“The data shows that in countries surveyed by the ATAF’s ATO project, revenue depends heavily on a handful taxpayers; on average, just 6.3% of large taxpayers generate 77.6% of receipts. A more balanced ratio is to be found only in Niger, where 54% of taxpayers contribute almost 80% of the country’s tax revenue,” said Dr Nara Monkam, ATAF’s Director of Research.
“The heavy dependence on a small number of taxpayers is a risk to revenue mobilisation and budgets. Indeed, should any of them experience economic difficulties, the entire budget balance would be jeopardised,” she added.
Moreover, large taxpayers generally are or belong to multinationals that widely practice tax optimisation, depriving states of substantial income. Multinational companies are, for the most part, the riskiest taxpayers because of their aggressive tax planning, according to the OECD1.
Preliminary data for 2018 and 2019 collected for the upcoming 2020 edition of the ATO publication shows no real progress. Such risky over-dependence underlines the fact that action to broaden the tax base to mitigate risk and ensure revenue stability and revenue sustainability are well overdue in African countries.
“It is important that tax authorities find strategies for increasing contributions from other categories of taxpayers. Determining the share of active taxpayers by type of tax, for example, can help them identify certain tax niches,” Dr Monkam said.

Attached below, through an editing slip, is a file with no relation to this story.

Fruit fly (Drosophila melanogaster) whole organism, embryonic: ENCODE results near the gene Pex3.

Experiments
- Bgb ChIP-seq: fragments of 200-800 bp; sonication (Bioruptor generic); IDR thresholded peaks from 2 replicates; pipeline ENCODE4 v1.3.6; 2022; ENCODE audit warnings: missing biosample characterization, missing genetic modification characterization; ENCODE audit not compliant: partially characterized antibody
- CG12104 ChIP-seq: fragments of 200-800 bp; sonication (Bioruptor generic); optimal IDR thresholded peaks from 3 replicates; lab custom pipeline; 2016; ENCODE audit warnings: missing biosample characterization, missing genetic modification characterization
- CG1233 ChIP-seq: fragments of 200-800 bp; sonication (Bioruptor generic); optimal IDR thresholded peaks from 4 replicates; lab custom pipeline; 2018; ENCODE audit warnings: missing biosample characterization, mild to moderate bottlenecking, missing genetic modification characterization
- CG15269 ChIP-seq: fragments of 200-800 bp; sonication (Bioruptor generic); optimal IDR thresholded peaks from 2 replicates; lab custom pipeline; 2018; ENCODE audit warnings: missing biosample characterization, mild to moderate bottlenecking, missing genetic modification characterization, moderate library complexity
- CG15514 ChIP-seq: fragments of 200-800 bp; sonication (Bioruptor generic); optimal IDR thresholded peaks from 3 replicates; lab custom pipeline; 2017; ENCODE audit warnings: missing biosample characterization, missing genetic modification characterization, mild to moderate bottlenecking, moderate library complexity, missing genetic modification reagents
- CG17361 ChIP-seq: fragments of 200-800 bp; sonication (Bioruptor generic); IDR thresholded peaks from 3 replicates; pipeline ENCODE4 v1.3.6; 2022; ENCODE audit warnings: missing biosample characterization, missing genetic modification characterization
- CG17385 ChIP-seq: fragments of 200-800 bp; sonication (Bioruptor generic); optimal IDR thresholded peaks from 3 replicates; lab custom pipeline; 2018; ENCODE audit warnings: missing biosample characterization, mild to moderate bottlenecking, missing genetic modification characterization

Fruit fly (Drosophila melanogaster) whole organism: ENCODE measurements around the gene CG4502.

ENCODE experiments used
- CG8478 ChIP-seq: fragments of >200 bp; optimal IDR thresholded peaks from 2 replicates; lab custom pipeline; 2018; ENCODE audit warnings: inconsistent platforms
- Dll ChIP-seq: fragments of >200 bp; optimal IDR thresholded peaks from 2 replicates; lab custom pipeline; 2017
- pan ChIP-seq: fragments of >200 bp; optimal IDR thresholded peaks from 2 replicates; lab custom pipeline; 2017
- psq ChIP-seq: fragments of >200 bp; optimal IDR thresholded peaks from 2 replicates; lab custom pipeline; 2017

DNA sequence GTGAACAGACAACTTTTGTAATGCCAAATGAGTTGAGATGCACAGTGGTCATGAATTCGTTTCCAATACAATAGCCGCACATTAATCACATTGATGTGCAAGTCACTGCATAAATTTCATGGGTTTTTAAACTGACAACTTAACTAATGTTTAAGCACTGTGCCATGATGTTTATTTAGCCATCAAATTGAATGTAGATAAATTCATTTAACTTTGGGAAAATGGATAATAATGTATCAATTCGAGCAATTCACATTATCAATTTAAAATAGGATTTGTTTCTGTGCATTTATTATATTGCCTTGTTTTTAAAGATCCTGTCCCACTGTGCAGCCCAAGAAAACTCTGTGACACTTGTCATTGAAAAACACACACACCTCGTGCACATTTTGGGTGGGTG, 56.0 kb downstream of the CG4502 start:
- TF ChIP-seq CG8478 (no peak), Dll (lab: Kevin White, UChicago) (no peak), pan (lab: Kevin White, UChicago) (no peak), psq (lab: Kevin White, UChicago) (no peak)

Critical areas for tax base broadening initiatives are micro and small businesses, many of whom operate in the informal sector that constitutes a significant proportion of economic activity in African countries but remains overwhelmingly outside the tax net. However, it is essential that tax administrations strike a balance between the revenue collection objective and the long-term sustainability of the businesses. As the old adage says, “we cannot kill the goose that lays the golden egg”.
“ATAF is researching effective ways of taxing informal sector entities without jeopardising economic activity as a step towards formalising and boosting this sector that contributes to both employment and GDP in many of our member countries,” Dr Monkam explained.
The African Tax Administration Forum is an organisation which was established by African revenue authorities in 2009, in order to improve the performance of tax administrations in Africa. The tax administrations of 38 countries in Africa are members of ATAF, i.e. 75% of tax administrations on the continent, making it the premier body on tax matters in Africa. Two additional countries, Mali and Somalia, are in the process of joining the organisation. ATAF believes that better tax administration will enhance economic growth, increase accountability of the state to its citizens, and more effectively mobilise domestic resources. Now in its 10th year of existence, ATAF has positioned itself as Africa’s homegrown solution to improving revenue collection, advancing the role of taxation in governance and state-building and providing a voice for the continent on international tax issues.
For more information:
Mr Frankie Mbuyamba – Programme Specialist – ATO & Tax Statistics
Cell : +27 (0) 63 689 3896
Email : firstname.lastname@example.org
Romeo Nkoulou-Ella – Communications manager
Cell: +27 (0) 79 790 2960
1. OECD/ATAF/AUC. (2017). Revenue Statistics in Africa. Paris: OECD Publishing.